‘To eat well in England you should have breakfast three times a day’ wrote William Somerset Maugham, but what exactly is breakfast? It varies greatly from family to family and region to region, even though individuals tend to eat the same thing every day. While we love our traditional bacon and eggs, the Japanese eat rice and miso soup, and New Zealanders enjoy porridge. Yet we don’t know how breakfast came to be. Taking a multifaceted approach to the story of the morning meal, The Breakfast Book collects narratives of breakfast in an attempt to pin down the mottled history of eating in the am.
In search of what people have thought and written – and tasted – about breakfast, Andrew Dalby traces the meal’s origins back to the Neolithic revolution. He follows the trail of toast crumbs from the ancient Near East and classical Greece to modern Europe and across the globe, rediscovering stories of breakfast in 3,000 years of fiction, memoirs and art. Using a multitude of entertaining breakfast facts, anecdotes and images, he reveals why breakfast is so often the backdrop for unexpected meetings, why so many people eat breakfast out, and why this often silent meal is also so reassuring.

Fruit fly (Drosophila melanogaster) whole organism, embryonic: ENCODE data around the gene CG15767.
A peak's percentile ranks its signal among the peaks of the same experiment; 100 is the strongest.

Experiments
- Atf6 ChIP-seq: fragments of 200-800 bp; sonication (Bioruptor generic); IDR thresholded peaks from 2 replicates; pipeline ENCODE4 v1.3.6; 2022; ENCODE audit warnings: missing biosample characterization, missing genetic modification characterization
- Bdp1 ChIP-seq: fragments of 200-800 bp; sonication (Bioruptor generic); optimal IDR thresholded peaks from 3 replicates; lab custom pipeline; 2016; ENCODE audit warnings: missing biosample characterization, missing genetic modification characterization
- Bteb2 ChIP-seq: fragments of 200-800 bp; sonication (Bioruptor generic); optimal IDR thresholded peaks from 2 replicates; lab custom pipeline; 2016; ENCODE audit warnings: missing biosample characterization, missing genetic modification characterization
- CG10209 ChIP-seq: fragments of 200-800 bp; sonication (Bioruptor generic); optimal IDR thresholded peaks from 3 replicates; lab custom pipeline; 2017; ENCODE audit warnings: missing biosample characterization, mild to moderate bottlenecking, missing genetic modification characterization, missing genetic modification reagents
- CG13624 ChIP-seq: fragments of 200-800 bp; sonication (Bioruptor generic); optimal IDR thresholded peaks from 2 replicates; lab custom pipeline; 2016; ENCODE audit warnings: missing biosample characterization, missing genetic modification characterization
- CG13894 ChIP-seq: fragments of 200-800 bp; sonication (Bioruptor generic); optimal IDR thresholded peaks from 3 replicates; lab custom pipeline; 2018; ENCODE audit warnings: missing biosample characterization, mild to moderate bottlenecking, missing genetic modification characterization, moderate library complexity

Featuring a selection of historic and contemporary breakfast recipes from around the world, The Breakfast Book is the first book to explore the history of this inimitable meal and will make an ideal morning companion to crumpets, croissants and kidneys alike.
About Andrew Dalby
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Published October 21, 2013
by Reaktion Books.
History, Political & Social Sciences, Cooking.